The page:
Ildanach: Handmade Wearable Art Forged with Spirit And Character
After earning a BA in 1985, Curtis Rowland pursued classical training in metalsmithing. Inspired by the people, forests and mountains he loves, he and his wife Sheron built a timber and strawbale studio nestled in the foothills of the Rocky Mountains just outside Loveland, CO. Named Ildanach (meaning all craftsmen in Gaelic) Studios, their philosophy is materials are the voices, the artist is creativity and the wearers stand for expression.
"Metals first caught my attention because of the ability to exist in almost all elemental forms - solid and earthy, molten as an offspring of fire and air, fluid when at their flow temperature as water. Our current line was launched when my wife was asked where she obtained a copper bracelet I had made for her and that she wore constantly. People requested matching earrings and necklaces so the jewelry has been evolving ever since."
Rowland prefers to use reclaimed or recycled materials for his handcrafted art.
"Copper is a metal full of character,” he says. “As an artist, I work in copper because it lends itself so well to works whose final stage is on the human form. To many cultures, it is the metal of the body. Our recycled copper comes mostly from local plumbers, electricians and roofing specialists. Despite rising metal costs and growing copper theft, approximately 20% of the unused and salvage metal still makes it to landfills instead of recycling plants which are a good source for repurposed copper. We try to work closely with local professionals to prevent the copper from reaching the landfills."
He hand carves his master in a special type of wax and creates an impression in oiled sand. He removes the master from the mold and melts chunks of bronze, then cleans the metal by pulling away impurities with a special graphite rod. He pours the molten metal into the mold quickly so it flows into the void created by the master. After it cools, he strikes apart the mold casts. It requires judgement, skill and attention to details.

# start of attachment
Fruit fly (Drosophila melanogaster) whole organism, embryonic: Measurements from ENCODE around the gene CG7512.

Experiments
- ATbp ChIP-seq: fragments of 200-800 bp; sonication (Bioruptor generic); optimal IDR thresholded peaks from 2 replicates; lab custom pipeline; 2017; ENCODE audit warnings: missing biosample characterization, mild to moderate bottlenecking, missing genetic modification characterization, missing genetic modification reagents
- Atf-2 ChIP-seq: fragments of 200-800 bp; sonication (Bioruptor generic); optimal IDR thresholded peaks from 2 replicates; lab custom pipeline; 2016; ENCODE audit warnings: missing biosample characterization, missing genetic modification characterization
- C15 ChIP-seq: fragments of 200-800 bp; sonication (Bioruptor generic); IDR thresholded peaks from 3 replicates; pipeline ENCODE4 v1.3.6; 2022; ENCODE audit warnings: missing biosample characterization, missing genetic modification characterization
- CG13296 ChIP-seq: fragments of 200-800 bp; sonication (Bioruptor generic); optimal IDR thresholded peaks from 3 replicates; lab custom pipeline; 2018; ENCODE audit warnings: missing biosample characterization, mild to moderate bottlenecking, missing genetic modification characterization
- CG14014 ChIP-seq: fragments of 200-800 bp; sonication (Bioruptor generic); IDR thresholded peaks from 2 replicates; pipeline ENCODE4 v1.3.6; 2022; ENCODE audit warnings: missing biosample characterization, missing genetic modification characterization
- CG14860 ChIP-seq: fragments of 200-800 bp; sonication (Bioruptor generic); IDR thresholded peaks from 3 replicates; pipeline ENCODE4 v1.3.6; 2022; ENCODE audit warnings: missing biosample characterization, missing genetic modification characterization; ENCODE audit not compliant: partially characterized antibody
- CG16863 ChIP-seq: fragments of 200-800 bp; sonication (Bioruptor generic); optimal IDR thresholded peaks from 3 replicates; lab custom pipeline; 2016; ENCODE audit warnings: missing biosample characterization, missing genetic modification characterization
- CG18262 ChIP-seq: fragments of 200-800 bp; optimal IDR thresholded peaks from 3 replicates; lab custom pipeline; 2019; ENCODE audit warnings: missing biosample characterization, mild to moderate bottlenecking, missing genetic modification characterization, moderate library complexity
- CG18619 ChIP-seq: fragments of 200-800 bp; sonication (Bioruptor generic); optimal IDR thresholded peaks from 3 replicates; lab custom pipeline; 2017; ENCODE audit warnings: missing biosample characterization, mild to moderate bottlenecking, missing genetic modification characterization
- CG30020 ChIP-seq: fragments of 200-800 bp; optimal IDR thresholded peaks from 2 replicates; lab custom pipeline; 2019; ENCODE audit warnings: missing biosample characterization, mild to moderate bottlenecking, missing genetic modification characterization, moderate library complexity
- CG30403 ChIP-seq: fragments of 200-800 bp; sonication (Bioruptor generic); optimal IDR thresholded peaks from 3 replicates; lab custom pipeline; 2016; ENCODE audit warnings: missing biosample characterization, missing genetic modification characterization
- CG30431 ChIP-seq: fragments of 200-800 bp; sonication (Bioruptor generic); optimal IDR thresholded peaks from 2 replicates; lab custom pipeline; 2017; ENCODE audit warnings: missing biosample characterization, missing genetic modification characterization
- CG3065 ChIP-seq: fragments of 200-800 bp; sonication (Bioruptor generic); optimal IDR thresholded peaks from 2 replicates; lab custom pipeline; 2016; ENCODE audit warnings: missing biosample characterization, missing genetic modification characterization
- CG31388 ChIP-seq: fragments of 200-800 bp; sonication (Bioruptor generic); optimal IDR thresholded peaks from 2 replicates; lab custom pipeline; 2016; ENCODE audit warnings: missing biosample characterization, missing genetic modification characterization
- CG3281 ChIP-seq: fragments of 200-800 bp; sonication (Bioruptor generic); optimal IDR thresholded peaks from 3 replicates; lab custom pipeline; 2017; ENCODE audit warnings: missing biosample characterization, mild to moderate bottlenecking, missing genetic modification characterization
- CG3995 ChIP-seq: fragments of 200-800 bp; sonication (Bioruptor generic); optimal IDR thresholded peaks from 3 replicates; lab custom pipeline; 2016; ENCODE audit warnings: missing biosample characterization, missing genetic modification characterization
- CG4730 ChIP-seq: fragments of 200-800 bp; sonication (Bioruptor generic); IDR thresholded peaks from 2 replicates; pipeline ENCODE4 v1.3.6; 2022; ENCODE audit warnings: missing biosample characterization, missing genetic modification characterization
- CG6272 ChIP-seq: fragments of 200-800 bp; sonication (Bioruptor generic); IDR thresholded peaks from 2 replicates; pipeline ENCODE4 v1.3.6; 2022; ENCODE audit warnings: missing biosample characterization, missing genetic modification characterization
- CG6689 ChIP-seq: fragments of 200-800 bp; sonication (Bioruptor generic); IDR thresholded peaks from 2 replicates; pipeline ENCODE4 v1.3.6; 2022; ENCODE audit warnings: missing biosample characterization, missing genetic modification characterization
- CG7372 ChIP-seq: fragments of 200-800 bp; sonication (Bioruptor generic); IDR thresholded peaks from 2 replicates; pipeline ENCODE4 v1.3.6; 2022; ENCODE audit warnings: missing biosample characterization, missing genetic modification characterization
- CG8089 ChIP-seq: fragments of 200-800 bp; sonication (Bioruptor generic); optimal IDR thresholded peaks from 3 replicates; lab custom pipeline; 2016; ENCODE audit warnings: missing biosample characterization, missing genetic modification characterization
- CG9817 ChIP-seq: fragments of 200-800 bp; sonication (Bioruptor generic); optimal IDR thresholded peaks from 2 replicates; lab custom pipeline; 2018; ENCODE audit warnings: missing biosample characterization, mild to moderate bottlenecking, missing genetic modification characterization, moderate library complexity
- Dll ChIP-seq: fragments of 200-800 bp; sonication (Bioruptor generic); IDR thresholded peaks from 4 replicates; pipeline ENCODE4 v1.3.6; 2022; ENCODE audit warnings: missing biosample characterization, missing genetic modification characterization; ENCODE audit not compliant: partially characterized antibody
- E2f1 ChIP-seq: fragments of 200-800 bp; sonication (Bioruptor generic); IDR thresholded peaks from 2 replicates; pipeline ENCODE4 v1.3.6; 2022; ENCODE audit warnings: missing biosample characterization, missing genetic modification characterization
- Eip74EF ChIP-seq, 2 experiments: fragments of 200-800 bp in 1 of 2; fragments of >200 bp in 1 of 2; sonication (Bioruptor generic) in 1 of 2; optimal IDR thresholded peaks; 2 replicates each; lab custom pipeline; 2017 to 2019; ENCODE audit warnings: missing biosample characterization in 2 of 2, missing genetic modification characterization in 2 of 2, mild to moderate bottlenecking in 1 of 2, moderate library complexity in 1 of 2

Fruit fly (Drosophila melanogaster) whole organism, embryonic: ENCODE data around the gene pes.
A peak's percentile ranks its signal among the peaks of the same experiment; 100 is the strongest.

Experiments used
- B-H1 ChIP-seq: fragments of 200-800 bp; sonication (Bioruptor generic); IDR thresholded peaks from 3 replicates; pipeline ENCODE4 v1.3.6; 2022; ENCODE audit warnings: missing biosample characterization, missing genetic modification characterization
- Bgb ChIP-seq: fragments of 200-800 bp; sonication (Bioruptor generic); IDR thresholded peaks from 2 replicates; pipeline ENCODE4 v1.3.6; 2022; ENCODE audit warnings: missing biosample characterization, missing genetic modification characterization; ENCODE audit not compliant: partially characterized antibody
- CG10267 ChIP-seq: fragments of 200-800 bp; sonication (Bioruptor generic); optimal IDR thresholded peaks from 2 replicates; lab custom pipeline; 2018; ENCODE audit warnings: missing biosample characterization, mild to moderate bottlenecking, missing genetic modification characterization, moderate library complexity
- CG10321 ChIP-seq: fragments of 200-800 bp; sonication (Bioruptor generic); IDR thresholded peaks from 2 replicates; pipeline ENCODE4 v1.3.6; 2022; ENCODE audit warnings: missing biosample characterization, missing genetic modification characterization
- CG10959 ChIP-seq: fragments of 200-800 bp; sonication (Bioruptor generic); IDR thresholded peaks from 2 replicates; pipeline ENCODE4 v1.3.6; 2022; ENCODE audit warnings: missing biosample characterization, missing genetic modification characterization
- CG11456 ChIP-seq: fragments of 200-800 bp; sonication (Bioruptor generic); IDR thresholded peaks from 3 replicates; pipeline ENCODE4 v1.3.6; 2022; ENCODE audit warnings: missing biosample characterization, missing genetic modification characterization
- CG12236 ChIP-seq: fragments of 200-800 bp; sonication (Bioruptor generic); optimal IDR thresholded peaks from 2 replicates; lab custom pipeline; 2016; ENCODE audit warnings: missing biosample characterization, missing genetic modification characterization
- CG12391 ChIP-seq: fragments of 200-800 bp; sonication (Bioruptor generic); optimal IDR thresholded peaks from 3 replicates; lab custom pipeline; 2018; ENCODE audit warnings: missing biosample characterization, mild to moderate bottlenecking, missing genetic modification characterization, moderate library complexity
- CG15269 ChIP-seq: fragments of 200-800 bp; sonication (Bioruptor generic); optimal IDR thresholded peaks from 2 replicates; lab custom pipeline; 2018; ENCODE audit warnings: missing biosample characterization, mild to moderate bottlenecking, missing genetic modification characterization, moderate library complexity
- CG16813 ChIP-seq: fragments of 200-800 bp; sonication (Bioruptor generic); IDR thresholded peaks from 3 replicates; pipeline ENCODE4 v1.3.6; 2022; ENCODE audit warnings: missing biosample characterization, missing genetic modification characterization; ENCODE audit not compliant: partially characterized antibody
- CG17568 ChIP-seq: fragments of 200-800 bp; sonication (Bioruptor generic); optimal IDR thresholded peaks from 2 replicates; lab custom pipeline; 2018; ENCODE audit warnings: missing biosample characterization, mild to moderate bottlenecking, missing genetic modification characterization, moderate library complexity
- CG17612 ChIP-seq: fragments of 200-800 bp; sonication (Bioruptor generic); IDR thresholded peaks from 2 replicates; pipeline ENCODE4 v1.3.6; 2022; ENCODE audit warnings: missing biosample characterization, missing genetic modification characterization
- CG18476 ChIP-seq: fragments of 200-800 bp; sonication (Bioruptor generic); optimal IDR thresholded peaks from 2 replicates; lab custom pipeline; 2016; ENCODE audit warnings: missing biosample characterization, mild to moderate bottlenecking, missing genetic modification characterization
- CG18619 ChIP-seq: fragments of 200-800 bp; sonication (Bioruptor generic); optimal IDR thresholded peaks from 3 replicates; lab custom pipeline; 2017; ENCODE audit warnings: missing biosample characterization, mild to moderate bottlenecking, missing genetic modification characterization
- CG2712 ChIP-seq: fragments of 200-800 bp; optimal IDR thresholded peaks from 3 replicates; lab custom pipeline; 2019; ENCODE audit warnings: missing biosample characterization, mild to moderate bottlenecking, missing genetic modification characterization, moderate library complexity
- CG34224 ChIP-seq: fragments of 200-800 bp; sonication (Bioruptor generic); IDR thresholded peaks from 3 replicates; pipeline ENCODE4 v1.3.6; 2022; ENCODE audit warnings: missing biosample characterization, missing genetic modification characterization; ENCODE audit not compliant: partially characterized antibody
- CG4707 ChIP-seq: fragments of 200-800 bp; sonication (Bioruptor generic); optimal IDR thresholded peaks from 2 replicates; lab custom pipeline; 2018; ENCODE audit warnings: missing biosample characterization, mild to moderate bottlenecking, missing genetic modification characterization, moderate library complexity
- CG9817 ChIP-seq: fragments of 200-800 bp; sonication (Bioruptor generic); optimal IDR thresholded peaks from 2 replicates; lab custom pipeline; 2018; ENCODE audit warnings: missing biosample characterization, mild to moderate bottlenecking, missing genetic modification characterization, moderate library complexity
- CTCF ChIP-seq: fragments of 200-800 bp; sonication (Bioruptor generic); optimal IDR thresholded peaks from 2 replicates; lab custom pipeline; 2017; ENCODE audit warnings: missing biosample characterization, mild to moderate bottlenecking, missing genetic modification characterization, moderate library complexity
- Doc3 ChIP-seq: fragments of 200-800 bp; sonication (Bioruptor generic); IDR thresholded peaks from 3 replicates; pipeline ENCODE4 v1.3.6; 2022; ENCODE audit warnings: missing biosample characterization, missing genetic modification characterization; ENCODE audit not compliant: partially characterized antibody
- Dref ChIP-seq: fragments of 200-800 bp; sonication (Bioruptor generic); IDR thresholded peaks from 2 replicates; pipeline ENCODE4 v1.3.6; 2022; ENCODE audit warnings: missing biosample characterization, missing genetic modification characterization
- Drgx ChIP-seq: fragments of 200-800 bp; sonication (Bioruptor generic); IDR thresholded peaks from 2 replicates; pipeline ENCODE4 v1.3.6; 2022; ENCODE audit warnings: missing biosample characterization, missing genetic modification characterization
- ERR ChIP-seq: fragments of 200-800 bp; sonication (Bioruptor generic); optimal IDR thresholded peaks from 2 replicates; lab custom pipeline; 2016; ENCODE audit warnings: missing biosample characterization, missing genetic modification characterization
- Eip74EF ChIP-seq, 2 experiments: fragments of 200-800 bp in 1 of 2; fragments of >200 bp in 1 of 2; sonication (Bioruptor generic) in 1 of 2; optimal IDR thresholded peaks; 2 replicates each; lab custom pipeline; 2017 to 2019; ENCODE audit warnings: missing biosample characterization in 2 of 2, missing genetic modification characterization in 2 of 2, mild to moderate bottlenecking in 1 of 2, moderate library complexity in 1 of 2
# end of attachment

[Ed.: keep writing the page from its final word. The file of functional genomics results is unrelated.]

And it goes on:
Most of Rowland's work is done through a technique he created. "I developed Reticulated Fusion as a means of joining non-ferrous metals without solder. Silver becomes the bonding agent and is allowed to remain in its solid state while reticulating. Copper and sterling are brought to just below melting temperature at the same time. The silver is taken to flow temperature and all parts fuse. As the silver cools slightly faster, the surface tension in conjunction with the thermal mass of the copper generally causes a more intense reticulation than normal. I have open-sourced the process because I enjoy seeing how other artists use it in their work."
Plessblech (or pressed block metalsmithing) utilizes a hard die like bronze with a design that is impressed into it by a thinner, softer metal like copper. "It is an endlessly fascinating technique. We have refined and defined it over the years and have found many historical artifacts were created through this 1600+-year-old method. Though we use our new press for some heavy lifting projects, we still hand-strike the majority of our Plessblech works. The handcrafting aspects lend themselves to greater varieties which continue to this day," Rowland explains.
Their unique line is available in more than 200 stores across the USA and Europe. The studio participates in Loveland Art Studio Tour the second and third weekends of October and is then open for tours and demonstrations. They also take on a limited run of custom work throughout the year.
Also in this Issue:
- Bronze’s Role in the American West
- Musings with Morningstar Metalworks
- Gage Designs: Creating Jewelry And Instruction with Metal Clay
- Ildanach: Handmade Wearable Art Forged with Spirit And Character
- Stanford Medical Professor Teaches through the Art of Rodin